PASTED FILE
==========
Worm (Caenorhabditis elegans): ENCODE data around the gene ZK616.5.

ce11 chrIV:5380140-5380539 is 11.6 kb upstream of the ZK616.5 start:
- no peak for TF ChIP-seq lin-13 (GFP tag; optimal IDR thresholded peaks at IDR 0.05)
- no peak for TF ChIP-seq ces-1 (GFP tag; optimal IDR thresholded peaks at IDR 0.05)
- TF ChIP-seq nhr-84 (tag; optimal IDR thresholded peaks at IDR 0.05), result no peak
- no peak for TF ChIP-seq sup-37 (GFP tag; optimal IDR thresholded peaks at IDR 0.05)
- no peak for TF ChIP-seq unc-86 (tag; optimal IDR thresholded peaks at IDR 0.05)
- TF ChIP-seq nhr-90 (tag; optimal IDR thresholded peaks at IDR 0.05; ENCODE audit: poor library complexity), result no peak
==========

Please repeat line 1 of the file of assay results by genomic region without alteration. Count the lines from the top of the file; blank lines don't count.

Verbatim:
Worm (Caenorhabditis elegans): ENCODE data around the gene ZK616.5.